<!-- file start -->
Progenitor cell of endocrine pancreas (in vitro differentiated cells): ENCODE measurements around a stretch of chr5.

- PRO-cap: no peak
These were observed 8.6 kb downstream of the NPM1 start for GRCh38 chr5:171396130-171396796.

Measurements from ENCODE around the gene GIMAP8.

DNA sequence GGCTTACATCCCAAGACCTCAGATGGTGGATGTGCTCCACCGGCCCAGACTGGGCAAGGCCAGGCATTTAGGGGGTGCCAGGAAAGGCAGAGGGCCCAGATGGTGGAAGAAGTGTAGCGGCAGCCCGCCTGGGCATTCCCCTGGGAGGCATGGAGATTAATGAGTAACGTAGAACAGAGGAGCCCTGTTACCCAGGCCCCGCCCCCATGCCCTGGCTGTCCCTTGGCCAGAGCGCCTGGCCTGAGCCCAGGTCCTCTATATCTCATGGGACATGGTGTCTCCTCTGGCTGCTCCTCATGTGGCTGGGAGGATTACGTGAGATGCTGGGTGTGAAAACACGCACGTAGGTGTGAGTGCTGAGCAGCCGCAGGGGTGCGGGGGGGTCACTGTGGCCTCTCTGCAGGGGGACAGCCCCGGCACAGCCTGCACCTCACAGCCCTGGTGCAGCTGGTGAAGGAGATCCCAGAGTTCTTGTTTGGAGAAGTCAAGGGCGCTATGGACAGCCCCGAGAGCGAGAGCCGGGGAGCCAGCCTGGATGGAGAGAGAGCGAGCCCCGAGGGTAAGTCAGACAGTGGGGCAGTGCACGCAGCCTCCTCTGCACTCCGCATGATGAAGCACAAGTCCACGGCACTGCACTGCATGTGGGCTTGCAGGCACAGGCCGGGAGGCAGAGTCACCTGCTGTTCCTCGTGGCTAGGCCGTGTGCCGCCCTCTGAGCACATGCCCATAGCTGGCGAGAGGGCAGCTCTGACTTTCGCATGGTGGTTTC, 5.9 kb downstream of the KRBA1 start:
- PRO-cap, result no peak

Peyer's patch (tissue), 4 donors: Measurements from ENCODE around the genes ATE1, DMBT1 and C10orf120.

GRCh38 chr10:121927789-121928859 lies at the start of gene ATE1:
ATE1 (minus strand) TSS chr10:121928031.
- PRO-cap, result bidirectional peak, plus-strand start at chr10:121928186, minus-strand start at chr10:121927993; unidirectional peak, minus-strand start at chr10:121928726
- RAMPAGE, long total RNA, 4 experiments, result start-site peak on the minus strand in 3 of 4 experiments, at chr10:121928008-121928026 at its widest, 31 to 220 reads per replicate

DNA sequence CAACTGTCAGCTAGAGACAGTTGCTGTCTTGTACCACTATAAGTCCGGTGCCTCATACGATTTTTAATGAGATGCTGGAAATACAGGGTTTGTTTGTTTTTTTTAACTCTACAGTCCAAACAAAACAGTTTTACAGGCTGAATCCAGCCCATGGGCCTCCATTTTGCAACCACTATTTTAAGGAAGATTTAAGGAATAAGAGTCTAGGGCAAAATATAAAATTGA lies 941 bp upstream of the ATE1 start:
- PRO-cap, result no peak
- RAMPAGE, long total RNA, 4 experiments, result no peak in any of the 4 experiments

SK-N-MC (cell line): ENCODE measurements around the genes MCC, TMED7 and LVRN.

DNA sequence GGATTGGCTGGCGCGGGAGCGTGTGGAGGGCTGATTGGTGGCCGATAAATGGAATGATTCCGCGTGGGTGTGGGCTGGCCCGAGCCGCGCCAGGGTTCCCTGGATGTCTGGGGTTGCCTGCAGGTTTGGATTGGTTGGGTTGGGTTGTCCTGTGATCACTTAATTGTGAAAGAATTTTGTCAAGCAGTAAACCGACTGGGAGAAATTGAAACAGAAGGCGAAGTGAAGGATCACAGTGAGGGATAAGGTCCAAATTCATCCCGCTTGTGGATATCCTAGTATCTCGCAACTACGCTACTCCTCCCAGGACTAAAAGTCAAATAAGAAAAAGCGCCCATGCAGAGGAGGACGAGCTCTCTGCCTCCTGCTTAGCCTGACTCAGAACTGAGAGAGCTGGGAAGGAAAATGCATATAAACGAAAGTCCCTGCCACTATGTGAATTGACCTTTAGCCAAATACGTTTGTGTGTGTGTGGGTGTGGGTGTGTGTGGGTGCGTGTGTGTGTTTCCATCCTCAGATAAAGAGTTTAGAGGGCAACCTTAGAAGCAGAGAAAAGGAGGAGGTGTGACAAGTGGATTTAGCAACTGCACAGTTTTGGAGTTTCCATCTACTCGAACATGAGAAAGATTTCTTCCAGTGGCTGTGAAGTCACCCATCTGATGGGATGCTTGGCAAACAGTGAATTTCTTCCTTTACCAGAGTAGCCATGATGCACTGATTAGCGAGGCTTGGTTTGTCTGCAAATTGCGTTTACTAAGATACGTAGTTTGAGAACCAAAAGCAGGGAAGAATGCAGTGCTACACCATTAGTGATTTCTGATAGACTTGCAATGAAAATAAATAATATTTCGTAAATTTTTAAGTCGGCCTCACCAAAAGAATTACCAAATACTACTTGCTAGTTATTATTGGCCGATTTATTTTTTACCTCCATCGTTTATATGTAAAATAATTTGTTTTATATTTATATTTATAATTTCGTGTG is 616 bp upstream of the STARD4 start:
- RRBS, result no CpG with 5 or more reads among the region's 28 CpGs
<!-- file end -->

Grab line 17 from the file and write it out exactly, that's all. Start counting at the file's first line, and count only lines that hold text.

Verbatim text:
- RRBS, result no CpG with 5 or more reads among the region's 28 CpGs